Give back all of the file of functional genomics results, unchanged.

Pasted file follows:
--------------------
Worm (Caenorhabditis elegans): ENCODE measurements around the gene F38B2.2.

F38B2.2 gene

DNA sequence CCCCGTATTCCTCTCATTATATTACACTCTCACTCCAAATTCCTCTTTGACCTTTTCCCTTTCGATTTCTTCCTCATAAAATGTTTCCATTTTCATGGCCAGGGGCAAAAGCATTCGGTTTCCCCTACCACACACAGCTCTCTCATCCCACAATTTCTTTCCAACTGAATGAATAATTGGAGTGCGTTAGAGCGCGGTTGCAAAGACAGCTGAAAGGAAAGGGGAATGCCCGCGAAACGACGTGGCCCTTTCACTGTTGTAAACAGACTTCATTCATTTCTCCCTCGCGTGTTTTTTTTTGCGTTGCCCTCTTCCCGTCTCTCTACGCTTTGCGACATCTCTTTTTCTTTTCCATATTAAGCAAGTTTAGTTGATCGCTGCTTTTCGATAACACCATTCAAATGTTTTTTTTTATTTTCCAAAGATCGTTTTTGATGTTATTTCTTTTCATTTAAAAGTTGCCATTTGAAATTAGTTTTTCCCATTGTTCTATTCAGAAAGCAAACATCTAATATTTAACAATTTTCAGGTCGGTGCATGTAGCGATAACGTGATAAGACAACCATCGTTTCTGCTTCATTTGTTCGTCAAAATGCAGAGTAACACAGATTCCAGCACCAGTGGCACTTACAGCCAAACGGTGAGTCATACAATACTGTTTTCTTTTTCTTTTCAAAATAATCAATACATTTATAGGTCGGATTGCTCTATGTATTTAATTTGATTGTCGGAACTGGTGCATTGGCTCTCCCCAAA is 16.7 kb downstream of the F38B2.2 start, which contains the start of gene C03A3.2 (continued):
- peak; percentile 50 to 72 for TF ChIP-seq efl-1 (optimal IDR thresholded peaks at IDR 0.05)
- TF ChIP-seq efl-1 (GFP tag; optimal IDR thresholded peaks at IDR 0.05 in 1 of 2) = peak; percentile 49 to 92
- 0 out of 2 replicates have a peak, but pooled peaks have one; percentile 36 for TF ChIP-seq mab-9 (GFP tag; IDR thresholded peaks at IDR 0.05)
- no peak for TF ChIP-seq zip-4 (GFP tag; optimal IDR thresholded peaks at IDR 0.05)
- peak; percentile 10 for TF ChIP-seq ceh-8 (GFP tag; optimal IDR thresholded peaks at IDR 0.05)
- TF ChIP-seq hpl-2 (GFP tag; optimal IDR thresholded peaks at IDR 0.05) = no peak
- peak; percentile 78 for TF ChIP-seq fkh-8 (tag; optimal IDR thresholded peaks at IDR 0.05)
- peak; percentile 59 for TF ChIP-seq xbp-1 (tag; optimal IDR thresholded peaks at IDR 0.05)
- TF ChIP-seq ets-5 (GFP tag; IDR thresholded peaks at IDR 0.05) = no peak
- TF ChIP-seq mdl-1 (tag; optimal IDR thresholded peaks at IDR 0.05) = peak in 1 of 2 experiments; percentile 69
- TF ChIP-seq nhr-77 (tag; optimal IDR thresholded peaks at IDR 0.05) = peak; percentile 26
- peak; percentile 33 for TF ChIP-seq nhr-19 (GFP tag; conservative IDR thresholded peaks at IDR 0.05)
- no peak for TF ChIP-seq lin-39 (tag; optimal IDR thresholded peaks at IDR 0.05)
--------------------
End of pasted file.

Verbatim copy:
Worm (Caenorhabditis elegans): ENCODE measurements around the gene F38B2.2.

F38B2.2 gene

DNA sequence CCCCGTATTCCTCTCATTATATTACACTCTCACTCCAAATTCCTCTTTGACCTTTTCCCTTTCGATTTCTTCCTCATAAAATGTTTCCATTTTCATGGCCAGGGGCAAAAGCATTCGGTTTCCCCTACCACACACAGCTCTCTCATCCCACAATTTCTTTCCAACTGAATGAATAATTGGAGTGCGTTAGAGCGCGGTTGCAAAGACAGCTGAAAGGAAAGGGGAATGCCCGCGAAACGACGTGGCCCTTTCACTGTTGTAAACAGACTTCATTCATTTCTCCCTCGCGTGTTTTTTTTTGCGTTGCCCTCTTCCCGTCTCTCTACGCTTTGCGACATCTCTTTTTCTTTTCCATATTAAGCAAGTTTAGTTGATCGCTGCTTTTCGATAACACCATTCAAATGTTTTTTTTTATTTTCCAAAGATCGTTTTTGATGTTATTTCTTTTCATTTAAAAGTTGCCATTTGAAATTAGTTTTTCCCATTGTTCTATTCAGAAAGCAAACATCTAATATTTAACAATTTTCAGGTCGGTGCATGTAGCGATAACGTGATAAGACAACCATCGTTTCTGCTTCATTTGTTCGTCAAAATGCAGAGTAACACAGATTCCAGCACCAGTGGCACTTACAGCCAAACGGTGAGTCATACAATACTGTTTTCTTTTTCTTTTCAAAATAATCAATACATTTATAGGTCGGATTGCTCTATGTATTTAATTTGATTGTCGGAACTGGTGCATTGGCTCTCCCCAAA is 16.7 kb downstream of the F38B2.2 start, which contains the start of gene C03A3.2 (continued):
- peak; percentile 50 to 72 for TF ChIP-seq efl-1 (optimal IDR thresholded peaks at IDR 0.05)
- TF ChIP-seq efl-1 (GFP tag; optimal IDR thresholded peaks at IDR 0.05 in 1 of 2) = peak; percentile 49 to 92
- 0 out of 2 replicates have a peak, but pooled peaks have one; percentile 36 for TF ChIP-seq mab-9 (GFP tag; IDR thresholded peaks at IDR 0.05)
- no peak for TF ChIP-seq zip-4 (GFP tag; optimal IDR thresholded peaks at IDR 0.05)
- peak; percentile 10 for TF ChIP-seq ceh-8 (GFP tag; optimal IDR thresholded peaks at IDR 0.05)
- TF ChIP-seq hpl-2 (GFP tag; optimal IDR thresholded peaks at IDR 0.05) = no peak
- peak; percentile 78 for TF ChIP-seq fkh-8 (tag; optimal IDR thresholded peaks at IDR 0.05)
- peak; percentile 59 for TF ChIP-seq xbp-1 (tag; optimal IDR thresholded peaks at IDR 0.05)
- TF ChIP-seq ets-5 (GFP tag; IDR thresholded peaks at IDR 0.05) = no peak
- TF ChIP-seq mdl-1 (tag; optimal IDR thresholded peaks at IDR 0.05) = peak in 1 of 2 experiments; percentile 69
- TF ChIP-seq nhr-77 (tag; optimal IDR thresholded peaks at IDR 0.05) = peak; percentile 26
- peak; percentile 33 for TF ChIP-seq nhr-19 (GFP tag; conservative IDR thresholded peaks at IDR 0.05)
- no peak for TF ChIP-seq lin-39 (tag; optimal IDR thresholded peaks at IDR 0.05)